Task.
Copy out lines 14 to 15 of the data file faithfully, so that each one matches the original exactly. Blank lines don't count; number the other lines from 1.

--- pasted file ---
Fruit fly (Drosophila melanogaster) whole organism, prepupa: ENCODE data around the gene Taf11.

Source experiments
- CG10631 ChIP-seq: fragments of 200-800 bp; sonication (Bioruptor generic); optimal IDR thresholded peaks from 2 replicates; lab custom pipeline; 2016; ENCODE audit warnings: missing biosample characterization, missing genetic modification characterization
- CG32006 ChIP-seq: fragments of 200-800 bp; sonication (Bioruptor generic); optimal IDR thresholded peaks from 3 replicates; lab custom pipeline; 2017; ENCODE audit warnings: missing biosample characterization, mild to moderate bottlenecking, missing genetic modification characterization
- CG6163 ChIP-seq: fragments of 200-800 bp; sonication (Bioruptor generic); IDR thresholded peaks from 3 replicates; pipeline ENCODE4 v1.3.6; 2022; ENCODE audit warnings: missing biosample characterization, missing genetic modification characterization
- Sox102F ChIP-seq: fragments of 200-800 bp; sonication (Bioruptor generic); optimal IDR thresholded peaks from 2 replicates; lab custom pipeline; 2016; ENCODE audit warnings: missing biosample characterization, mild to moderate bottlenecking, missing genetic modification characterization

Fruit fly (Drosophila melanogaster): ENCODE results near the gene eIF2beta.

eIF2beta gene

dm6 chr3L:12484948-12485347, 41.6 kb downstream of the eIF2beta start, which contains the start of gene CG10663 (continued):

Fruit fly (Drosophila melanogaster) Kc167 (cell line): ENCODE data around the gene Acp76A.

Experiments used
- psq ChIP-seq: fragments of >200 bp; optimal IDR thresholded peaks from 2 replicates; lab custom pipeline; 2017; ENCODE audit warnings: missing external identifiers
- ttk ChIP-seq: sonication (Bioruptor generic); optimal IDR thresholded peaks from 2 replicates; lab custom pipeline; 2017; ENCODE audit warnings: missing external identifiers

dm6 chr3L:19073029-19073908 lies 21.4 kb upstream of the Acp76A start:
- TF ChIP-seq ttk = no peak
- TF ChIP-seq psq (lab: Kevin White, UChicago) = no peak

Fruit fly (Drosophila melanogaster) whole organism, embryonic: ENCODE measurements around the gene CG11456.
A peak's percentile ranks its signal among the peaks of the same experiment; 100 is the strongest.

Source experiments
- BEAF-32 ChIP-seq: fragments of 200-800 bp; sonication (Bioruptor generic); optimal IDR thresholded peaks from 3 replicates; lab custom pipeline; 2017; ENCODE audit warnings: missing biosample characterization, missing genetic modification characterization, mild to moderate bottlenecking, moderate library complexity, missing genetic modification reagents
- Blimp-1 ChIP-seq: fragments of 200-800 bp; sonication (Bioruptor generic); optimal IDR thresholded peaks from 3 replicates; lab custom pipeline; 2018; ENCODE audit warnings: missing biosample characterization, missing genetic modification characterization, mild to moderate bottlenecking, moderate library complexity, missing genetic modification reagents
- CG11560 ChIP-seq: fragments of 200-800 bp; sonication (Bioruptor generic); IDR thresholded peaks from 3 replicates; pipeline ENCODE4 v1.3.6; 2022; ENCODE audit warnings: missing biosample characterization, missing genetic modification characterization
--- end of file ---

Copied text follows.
dm6 chr3L:19073029-19073908 lies 21.4 kb upstream of the Acp76A start:
- TF ChIP-seq ttk = no peak